Definition of Blighia sapida

1. Noun. Widely cultivated in tropical and subtropical regions for its fragrant flowers and colorful fruits; introduced in Jamaica by William Bligh.

Exact synonyms: Akee, Akee Tree
Terms within: Ackee, Akee
Generic synonyms: Fruit Tree
Group relationships: Blighia, Genus Blighia

Blighia Sapida Pictures

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Lexicographical Neighbors of Blighia Sapida

Blennius pholis
Blephilia celiata
Blephilia hirsuta
Blessed Trinity
Blessed Virgin
Bletia striata
Bletilla striata
Blighia sapida (current term)
Blind Freddy
Blissus leucopterus
Bloc Quebecois

Literary usage of Blighia sapida

Below you will find example usage of this term as found in modern and/or classical literature:

1. Paxton's Magazine of Botany, and Register of Flowering Plants by Sir Joseph Paxton (1838)
"(Blighia sapida.) MANY of the tropical fruit-trees are very ornamental, and some of them may, no doubt, be grown to a degree of perfection that would render ..."

2. Select Extra-tropical Plants: Readily Eligible for Industrial Culture Or by Ferdinand von Mueller (1891)
"... Blighia sapida, Koenig.) The " Akee." Western tropical Africa. A tree, to 30 feet high, if not sometimes higher. Flowers so fragrant as to be worth ..."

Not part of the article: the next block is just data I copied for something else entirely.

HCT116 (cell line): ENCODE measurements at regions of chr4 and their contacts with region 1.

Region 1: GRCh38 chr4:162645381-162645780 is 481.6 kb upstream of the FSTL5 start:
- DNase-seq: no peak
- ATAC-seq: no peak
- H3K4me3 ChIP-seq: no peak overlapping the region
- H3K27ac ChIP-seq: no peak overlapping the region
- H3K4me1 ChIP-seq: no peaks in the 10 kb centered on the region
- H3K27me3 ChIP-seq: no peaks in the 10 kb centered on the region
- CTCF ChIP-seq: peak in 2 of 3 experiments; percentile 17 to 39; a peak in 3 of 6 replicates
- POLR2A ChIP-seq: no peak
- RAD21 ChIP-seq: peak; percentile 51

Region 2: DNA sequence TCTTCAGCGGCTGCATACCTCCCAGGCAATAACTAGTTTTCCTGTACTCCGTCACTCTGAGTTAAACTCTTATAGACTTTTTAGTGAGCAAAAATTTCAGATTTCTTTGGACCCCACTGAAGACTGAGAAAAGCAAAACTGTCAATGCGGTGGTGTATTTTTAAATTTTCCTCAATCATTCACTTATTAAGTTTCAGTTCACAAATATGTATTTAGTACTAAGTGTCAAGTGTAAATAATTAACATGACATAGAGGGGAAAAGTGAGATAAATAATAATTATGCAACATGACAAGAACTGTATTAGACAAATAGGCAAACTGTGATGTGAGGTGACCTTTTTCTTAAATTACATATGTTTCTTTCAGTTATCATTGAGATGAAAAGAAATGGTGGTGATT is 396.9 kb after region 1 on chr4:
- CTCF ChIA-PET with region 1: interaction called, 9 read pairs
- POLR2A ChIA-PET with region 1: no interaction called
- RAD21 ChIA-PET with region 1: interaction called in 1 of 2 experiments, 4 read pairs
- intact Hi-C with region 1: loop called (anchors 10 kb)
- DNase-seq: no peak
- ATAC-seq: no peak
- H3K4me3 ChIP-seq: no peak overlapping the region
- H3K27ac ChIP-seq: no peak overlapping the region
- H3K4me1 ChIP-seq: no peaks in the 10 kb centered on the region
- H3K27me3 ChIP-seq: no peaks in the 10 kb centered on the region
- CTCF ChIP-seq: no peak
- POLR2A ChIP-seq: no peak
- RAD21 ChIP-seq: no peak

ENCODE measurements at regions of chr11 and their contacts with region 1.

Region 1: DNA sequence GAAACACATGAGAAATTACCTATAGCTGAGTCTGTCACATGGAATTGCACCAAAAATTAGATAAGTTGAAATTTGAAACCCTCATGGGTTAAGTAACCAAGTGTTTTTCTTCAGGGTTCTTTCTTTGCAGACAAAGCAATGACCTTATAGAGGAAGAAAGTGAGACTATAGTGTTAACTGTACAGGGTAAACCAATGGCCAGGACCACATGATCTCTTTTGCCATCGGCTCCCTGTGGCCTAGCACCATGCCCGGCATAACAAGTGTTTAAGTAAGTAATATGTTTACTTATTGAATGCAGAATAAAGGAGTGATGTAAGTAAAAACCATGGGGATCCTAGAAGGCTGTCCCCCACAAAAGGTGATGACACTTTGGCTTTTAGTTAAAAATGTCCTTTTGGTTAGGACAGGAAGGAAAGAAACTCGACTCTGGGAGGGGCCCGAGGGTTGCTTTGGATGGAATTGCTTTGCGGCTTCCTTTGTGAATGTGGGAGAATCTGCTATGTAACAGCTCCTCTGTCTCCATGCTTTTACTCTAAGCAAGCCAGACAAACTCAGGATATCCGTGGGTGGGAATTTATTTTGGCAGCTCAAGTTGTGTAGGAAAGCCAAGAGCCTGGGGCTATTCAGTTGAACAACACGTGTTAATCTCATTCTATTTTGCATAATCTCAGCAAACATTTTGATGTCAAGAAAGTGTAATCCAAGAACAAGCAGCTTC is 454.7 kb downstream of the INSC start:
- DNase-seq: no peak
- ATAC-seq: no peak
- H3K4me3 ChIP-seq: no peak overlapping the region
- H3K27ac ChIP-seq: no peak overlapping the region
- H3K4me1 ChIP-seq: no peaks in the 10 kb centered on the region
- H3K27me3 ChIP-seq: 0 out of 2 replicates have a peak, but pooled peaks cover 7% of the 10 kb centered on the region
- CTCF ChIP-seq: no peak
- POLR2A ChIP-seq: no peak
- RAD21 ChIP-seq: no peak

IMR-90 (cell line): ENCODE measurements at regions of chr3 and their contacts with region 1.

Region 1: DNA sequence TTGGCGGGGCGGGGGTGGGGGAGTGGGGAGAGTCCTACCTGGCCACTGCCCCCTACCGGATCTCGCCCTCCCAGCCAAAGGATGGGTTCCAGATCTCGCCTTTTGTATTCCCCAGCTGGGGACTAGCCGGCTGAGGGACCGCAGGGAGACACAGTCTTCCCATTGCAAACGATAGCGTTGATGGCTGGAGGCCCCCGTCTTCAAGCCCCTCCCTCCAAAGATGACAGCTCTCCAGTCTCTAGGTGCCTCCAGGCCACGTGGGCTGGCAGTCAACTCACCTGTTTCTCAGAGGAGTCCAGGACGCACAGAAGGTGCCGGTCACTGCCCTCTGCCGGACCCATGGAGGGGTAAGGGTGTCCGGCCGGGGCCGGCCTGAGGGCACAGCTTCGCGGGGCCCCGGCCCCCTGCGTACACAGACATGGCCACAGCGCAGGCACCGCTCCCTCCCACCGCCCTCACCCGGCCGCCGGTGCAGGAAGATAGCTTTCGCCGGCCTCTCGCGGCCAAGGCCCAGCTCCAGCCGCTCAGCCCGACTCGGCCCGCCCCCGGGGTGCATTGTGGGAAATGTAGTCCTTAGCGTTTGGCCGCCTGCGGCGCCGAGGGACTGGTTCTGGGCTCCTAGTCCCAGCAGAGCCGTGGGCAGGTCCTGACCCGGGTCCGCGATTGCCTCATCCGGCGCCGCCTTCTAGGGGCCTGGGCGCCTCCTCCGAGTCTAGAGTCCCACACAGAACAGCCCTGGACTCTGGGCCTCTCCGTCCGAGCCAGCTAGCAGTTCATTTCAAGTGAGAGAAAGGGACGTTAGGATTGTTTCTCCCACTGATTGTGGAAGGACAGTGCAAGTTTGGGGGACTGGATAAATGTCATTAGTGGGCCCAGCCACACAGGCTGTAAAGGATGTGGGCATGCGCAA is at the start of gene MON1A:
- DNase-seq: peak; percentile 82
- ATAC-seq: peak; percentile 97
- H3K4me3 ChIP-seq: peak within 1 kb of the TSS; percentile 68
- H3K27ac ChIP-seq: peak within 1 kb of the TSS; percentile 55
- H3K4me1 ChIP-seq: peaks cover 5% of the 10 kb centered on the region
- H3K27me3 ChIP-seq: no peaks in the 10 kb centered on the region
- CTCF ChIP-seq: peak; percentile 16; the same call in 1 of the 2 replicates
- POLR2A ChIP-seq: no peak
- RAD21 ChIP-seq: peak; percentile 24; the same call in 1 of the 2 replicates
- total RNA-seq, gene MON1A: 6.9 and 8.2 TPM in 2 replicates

3. The Monthly Review by Ralph Griffiths (1818)
"Here the author brings sufficient evidence that the Akee or Blighia sapida is indigenous in Ashantee. He adds four lists: ist, Of Plants common to ..."

4. The New Sydenham Society's Lexicon of Medicine and the Allied Sciences Henry Power, Leonard William Sedgwick, New Sydenham Society by Henry Power, Leonard William Sedgwick, New Sydenham Society (1882)
"A decoction of the seeds is used in diarrhoea, and the distilled water of the flowers as a cosmetic. Also called Blighia sapida. ..."

5. Chemical Technology and Analysis of Oils, Fats, and Waxes by Julius Lewkowitsch (1904)
"Akee oil is a yellow, buttery fat, stated to be obtained from the arillus of Blighia sapida, a tree indigenous in ..."

6. In the Trades, the Tropics, & the Roaring Forties by Annie Allnutt Brassey (1885)
"Its scientific name is Blighia sapida, and it was so called in honour of Captain Bligh, of the ill-fated ' Bounty,' who brought the bread-fruit from Tahiti. ..."

7. The Bahama Islands by George Burbank Shattuck (1905)
"It is freely planted about Nassau, and may be found on most of the Out-islands. Blighia sapida Koen. (Akee). ..."

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